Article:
Upload New Photo
Please enter a caption of one sentence or less:

Click on any of the buttons below to insert a link to that section of TruckingTruth:

Getting Started In Trucking High Road Training Program Company-Sponsored Training Programs Apply For Company-Sponsored Training Truck Driver's Career Guide Choosing A School Choosing A Company Truck Driving Schools Truck Driving Jobs Apply For Truck Driving Jobs DOT Physical Drug Testing Items To Pack Pre-Hire Letters CDL Practice Tests Trucking Company Reviews Brett's Book Leasing A Truck Pre-Trip Inspection Learn The Logbook Rules Sleep Apnea
Done
Done

0 characters so far - 5,500 maximum allowed.
Submit Preview

Preview:

Submit
Cancel

Join Us!

We have an awesome set of tools that will help you understand the trucking industry and prepare for a great start to your trucking career. Not only that, but everything we offer here at TruckingTruth is 100% free - no strings attached! Sign up now and get instant access to our member's section:
High Road Training Program Logo
  • The High Road Training Program
  • The High Road Article Series
  • The Friendliest Trucker's Forum Ever!
  • Email Updates When New Articles Are Posted

Apply For Paid CDL Training Through TruckingTruth

Did you know you can fill out one quick form here on TruckingTruth and apply to several companies at once for paid CDL training? Seriously! The application only takes one minute. You will speak with recruiters today. There is no obligation whatsoever. Learn more and apply here:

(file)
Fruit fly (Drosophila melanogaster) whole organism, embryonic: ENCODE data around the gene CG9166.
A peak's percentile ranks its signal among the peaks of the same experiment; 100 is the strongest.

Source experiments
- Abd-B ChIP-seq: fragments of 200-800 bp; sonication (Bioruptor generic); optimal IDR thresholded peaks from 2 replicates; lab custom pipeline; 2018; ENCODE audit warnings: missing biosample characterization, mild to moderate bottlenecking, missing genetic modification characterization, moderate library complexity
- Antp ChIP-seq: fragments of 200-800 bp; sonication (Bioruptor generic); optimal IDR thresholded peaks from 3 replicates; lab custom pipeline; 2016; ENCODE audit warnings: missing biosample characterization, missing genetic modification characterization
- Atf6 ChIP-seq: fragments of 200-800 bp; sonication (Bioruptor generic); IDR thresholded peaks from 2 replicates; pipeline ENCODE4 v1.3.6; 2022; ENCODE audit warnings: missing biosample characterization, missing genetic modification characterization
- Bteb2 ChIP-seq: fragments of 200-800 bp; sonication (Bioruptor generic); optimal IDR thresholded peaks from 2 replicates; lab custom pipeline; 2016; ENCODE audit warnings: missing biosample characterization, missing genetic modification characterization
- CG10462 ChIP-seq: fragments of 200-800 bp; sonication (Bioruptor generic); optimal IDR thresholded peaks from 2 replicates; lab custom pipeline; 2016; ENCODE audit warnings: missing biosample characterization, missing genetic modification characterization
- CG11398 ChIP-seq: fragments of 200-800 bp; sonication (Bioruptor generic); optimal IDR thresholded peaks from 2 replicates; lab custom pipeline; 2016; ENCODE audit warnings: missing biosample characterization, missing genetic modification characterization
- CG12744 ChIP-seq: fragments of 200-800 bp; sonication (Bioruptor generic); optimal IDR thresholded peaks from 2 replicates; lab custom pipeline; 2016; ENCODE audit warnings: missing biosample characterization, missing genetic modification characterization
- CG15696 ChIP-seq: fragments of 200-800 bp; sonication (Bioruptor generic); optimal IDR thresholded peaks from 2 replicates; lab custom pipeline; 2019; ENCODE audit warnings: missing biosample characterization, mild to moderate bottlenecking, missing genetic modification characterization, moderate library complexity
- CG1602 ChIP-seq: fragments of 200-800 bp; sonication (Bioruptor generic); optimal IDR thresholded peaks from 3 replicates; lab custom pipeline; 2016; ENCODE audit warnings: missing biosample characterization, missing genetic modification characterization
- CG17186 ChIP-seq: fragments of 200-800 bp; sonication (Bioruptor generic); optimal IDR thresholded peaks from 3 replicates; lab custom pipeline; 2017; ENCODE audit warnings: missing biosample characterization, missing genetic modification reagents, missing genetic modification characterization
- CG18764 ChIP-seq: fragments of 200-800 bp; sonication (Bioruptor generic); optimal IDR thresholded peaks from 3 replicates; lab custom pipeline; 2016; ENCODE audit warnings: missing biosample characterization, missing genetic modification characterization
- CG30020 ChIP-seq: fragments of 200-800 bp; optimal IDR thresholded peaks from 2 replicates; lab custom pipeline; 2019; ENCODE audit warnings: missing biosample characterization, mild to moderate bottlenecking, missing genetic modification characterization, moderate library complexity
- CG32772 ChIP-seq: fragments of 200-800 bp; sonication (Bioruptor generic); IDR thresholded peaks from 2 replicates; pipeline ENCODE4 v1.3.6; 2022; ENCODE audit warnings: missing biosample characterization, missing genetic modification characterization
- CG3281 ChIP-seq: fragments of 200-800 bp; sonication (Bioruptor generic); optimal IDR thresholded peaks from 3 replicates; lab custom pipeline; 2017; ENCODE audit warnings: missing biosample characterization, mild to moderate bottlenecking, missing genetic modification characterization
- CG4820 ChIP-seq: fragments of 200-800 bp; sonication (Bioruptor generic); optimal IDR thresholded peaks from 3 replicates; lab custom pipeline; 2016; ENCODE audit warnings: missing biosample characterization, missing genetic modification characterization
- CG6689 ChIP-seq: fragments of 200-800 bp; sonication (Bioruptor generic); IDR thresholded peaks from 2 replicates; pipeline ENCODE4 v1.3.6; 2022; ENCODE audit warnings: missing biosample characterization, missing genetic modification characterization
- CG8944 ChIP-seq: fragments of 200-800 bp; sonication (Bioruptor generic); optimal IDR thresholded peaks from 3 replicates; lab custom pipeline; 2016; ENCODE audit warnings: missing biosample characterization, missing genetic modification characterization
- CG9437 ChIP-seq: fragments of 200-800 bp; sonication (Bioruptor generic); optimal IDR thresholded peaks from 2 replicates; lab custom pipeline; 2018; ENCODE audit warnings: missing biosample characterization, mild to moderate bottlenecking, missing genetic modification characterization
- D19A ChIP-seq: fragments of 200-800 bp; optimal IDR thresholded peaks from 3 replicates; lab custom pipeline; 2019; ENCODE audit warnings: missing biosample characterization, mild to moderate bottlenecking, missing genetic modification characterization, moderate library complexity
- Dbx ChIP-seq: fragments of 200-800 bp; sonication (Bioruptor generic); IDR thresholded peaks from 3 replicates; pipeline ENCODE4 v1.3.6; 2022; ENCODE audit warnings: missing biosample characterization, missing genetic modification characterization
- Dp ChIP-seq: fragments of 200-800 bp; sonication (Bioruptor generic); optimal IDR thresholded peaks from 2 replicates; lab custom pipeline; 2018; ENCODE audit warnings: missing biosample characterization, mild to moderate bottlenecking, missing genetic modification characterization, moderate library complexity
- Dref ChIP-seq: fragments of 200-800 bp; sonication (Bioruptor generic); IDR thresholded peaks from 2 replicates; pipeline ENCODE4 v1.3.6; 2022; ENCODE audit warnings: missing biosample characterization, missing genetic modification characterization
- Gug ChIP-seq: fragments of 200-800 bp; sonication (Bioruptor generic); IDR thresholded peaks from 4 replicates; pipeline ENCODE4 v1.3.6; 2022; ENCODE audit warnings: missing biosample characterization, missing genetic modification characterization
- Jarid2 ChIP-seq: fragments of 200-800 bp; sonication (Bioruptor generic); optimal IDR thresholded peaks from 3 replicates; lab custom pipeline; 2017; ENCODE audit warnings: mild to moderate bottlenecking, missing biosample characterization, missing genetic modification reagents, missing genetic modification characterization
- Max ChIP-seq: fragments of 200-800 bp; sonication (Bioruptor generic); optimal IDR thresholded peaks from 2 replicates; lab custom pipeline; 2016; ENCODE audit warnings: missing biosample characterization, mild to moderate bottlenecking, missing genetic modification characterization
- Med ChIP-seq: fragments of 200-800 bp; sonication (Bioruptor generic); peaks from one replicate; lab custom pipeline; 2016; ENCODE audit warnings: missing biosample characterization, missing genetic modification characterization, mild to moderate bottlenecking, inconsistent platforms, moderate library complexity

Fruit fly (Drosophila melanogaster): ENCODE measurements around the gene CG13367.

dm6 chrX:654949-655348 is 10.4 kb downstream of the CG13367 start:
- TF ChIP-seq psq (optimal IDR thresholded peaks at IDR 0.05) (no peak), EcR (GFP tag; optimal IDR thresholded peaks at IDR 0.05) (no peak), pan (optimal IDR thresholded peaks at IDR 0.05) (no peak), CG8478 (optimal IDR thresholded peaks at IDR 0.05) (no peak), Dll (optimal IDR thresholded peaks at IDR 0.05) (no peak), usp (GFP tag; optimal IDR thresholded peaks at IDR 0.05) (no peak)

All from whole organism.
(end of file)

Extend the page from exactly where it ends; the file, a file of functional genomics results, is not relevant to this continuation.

Apply For Paid CDL Training

About Us

TruckingTruth was founded by Brett Aquila (that's me!), a 15 year truck driving veteran, in January 2007. After 15 years on the road I wanted to help people understand the trucking industry and everything that came with the career and lifestyle of an over the road trucker. We'll help you make the right choices and prepare for a great start to your trucking career.

Read More

Becoming A Truck Driver

Becoming A Truck Driver is a dream we've all pondered at some point in our lives. We've all wondered if the adventure and challenges of life on the open road would suit us better than the ordinary day to day lives we've always known. At TruckingTruth we'll help you decide if trucking is right for you and help you get your career off to a great start.

Learn More